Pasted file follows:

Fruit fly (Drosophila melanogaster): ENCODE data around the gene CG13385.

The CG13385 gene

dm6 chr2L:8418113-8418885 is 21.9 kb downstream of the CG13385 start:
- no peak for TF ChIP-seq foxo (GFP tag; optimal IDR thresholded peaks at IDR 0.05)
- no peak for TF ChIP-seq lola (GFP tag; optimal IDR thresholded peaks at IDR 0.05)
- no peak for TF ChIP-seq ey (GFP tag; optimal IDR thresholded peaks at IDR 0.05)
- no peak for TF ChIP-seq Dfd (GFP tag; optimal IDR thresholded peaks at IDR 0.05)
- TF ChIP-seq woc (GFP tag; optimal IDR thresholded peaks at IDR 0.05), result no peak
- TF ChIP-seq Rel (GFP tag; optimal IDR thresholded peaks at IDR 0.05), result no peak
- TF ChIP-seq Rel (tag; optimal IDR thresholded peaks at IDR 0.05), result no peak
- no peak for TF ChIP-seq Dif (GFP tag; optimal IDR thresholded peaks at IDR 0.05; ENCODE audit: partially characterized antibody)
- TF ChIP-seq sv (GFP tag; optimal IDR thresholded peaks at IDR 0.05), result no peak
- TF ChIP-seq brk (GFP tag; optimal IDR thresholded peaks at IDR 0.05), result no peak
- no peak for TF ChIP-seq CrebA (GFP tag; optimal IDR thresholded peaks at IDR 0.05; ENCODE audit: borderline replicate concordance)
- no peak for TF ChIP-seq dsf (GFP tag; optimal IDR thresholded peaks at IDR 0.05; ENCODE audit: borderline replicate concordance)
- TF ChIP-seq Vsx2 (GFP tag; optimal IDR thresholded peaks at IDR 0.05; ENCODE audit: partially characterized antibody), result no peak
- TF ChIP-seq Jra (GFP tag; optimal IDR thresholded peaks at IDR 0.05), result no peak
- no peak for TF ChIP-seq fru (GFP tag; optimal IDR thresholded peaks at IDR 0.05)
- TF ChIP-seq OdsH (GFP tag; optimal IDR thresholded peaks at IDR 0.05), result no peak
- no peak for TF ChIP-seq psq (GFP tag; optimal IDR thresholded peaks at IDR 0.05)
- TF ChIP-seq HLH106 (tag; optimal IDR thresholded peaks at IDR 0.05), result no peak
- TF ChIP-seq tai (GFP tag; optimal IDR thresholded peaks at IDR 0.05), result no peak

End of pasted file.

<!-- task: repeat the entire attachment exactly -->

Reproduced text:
Fruit fly (Drosophila melanogaster): ENCODE data around the gene CG13385.

The CG13385 gene

dm6 chr2L:8418113-8418885 is 21.9 kb downstream of the CG13385 start:
- no peak for TF ChIP-seq foxo (GFP tag; optimal IDR thresholded peaks at IDR 0.05)
- no peak for TF ChIP-seq lola (GFP tag; optimal IDR thresholded peaks at IDR 0.05)
- no peak for TF ChIP-seq ey (GFP tag; optimal IDR thresholded peaks at IDR 0.05)
- no peak for TF ChIP-seq Dfd (GFP tag; optimal IDR thresholded peaks at IDR 0.05)
- TF ChIP-seq woc (GFP tag; optimal IDR thresholded peaks at IDR 0.05), result no peak
- TF ChIP-seq Rel (GFP tag; optimal IDR thresholded peaks at IDR 0.05), result no peak
- TF ChIP-seq Rel (tag; optimal IDR thresholded peaks at IDR 0.05), result no peak
- no peak for TF ChIP-seq Dif (GFP tag; optimal IDR thresholded peaks at IDR 0.05; ENCODE audit: partially characterized antibody)
- TF ChIP-seq sv (GFP tag; optimal IDR thresholded peaks at IDR 0.05), result no peak
- TF ChIP-seq brk (GFP tag; optimal IDR thresholded peaks at IDR 0.05), result no peak
- no peak for TF ChIP-seq CrebA (GFP tag; optimal IDR thresholded peaks at IDR 0.05; ENCODE audit: borderline replicate concordance)
- no peak for TF ChIP-seq dsf (GFP tag; optimal IDR thresholded peaks at IDR 0.05; ENCODE audit: borderline replicate concordance)
- TF ChIP-seq Vsx2 (GFP tag; optimal IDR thresholded peaks at IDR 0.05; ENCODE audit: partially characterized antibody), result no peak
- TF ChIP-seq Jra (GFP tag; optimal IDR thresholded peaks at IDR 0.05), result no peak
- no peak for TF ChIP-seq fru (GFP tag; optimal IDR thresholded peaks at IDR 0.05)
- TF ChIP-seq OdsH (GFP tag; optimal IDR thresholded peaks at IDR 0.05), result no peak
- no peak for TF ChIP-seq psq (GFP tag; optimal IDR thresholded peaks at IDR 0.05)
- TF ChIP-seq HLH106 (tag; optimal IDR thresholded peaks at IDR 0.05), result no peak
- TF ChIP-seq tai (GFP tag; optimal IDR thresholded peaks at IDR 0.05), result no peak